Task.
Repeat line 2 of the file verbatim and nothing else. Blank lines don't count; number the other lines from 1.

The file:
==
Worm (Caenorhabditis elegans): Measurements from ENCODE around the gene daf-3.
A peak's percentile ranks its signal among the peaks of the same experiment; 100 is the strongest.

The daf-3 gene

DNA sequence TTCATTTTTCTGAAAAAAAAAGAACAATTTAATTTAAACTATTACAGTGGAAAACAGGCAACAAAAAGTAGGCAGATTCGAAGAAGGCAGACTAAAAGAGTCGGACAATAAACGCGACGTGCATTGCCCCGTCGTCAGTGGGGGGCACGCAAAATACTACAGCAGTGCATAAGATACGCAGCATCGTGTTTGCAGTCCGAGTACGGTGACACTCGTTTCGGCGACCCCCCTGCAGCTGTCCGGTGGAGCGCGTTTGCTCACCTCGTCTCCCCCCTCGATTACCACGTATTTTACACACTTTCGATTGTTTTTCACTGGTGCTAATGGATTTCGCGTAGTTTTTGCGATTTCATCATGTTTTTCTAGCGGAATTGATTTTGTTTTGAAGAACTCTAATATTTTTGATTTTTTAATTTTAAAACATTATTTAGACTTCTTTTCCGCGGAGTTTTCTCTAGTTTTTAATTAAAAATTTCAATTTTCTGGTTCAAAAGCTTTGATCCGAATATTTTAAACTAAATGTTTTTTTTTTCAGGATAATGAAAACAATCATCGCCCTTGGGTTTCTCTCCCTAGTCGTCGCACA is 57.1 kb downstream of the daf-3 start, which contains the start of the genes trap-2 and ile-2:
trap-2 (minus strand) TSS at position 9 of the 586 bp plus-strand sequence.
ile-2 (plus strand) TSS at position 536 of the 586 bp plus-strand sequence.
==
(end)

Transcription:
A peak's percentile ranks its signal among the peaks of the same experiment; 100 is the strongest.